Japan Tobacco rejoins Kingdom’s ATIC
Japan Tobacco International (JTI), one of Cambodia’s biggest cigarette distributors, has announced that it is rejoining the Association of the Tobacco Industry of Cambodia (ATIC) following a recent ATIC promise to combat illegal cigarette sales and fake products. It left the association in mid-2016.
The ATIC announcement said it had organised an annual meeting last week and decided to regroup in order to tackle issues that have put the industry at risk, including illegal cigarette sales, fake products, products with non-pictorial health warnings and products which do not have a legitimate tax stamp.
Cormac O’Rourke, the general manager of JTI Cambodia which produces the Camel, Winston and Mevius brands, said his company’s rejoining of ATIC will raise the commitment of all members and players to adhere to the relevant laws and regulations that benefit the entire industry.
“The illegal trade of tobacco products is, by far, the industry’s biggest challenge. It is severely damaging tobacco companies, the industry, public health agenda and the national economy,” he said.
He said having a united voice from the industry led by the ATIC and supported by government intervention will benefit everyone in combating the illegal trade.
In July 2016, JTI declared it would end its affiliation with the ATIC because the association failed to create a “level playing field” by allowing unmarked cigarette imports to continue flooding the market despite legislation requiring packaging to carry graphic images and warning labels.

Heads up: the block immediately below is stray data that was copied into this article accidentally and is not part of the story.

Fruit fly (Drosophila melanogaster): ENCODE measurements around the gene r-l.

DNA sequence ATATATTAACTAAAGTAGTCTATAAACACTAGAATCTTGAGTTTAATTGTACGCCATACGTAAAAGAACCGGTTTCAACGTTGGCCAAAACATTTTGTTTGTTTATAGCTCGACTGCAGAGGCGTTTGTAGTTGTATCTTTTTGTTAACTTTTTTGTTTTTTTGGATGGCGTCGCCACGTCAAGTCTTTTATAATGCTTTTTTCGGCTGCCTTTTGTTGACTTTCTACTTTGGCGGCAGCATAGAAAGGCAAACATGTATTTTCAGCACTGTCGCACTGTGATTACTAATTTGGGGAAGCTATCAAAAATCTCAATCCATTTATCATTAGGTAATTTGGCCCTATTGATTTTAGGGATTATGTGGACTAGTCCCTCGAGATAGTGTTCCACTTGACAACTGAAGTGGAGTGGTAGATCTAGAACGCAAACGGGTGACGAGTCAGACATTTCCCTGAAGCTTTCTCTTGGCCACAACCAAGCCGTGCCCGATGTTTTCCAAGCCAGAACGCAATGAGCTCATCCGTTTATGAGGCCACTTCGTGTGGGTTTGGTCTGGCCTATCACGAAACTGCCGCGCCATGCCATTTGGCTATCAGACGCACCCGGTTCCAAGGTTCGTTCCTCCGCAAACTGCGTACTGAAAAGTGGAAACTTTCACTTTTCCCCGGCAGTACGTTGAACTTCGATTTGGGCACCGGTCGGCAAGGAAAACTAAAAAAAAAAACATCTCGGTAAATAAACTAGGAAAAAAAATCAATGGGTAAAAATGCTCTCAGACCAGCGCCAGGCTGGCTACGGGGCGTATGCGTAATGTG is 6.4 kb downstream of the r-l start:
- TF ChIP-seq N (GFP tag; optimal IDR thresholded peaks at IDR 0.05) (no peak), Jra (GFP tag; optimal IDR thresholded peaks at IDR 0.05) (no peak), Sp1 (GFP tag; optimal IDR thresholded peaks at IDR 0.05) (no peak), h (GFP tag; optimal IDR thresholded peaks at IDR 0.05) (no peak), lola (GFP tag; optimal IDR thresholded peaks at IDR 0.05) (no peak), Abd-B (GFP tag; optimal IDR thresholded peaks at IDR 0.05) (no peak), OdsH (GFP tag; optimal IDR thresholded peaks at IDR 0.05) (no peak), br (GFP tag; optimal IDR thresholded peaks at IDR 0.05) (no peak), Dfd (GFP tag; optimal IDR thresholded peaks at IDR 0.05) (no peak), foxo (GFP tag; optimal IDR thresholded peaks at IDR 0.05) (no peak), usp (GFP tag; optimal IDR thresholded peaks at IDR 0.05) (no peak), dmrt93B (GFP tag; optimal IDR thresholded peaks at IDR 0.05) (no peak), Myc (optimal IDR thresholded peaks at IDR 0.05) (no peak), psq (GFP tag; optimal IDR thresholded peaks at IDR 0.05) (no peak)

ATIC President Matt Naumann said the group decided to make major reforms to its structure and direction to drive compliance in the tobacco sector for a “One Industry” standard.
The recent reform of the ATIC has also led to changes in membership. Its announcement said that Viniton Group Co Ltd had left the association while JTI rejoined.
The ATIC now consists of PMI, Houtraco, British American Tobacco Cambodia (BATC) and JTI (Cambodia) as official members.
An ATIC statement last year said illegally imported cigarettes accounted for around 20 percent of all sales in the sector. It claimed the government was missing out on around $10 million in potential tax revenue from these products.